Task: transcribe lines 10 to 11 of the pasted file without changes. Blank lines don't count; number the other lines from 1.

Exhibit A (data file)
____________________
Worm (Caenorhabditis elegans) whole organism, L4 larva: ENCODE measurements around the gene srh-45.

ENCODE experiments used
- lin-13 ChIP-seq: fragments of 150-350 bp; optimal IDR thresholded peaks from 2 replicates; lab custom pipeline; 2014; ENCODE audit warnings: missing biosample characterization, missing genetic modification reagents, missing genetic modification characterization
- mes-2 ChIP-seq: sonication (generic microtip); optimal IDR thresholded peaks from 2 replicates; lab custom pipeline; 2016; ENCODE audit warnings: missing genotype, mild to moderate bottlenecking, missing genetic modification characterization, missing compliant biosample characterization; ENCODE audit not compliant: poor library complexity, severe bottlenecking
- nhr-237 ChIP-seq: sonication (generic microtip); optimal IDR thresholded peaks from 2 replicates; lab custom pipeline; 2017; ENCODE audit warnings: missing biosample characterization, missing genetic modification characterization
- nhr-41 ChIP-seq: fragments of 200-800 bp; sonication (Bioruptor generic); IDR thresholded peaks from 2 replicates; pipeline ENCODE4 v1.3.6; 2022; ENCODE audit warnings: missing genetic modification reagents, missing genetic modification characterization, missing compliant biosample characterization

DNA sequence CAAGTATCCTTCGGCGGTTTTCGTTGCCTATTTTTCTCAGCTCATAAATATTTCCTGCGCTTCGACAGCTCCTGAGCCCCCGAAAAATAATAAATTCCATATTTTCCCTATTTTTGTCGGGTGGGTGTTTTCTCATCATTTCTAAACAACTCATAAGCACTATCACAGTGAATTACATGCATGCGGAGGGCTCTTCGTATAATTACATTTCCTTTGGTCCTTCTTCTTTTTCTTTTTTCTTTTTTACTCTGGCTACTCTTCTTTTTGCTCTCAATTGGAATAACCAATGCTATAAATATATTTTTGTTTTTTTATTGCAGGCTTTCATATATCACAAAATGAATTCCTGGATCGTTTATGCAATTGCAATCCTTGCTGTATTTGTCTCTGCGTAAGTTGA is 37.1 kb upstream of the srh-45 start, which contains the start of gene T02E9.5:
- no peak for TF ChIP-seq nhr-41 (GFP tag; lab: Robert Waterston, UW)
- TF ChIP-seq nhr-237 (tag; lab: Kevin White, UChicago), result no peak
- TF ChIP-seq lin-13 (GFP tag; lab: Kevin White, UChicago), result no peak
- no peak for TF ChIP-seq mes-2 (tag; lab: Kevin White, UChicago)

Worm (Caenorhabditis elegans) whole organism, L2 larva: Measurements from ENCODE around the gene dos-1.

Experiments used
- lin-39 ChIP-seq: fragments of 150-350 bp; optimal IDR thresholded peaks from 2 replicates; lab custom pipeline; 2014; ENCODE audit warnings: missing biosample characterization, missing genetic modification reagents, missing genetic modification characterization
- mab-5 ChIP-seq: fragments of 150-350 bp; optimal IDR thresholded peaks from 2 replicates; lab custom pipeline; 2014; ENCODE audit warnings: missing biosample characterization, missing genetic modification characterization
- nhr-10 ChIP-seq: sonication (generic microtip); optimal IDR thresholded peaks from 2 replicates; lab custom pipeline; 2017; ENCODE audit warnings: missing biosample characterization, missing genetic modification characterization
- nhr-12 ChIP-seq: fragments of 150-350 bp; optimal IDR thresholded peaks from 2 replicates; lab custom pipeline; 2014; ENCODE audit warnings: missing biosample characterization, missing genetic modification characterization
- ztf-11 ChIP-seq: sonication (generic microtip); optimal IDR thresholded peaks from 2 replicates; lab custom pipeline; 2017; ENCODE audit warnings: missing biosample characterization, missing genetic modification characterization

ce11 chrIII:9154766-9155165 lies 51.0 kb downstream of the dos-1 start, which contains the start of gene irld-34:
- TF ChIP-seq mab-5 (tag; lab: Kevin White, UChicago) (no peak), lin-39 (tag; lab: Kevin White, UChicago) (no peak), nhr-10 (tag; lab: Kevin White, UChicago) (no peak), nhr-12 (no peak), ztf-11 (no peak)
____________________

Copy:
- TF ChIP-seq lin-13 (GFP tag; lab: Kevin White, UChicago), result no peak
- no peak for TF ChIP-seq mes-2 (tag; lab: Kevin White, UChicago)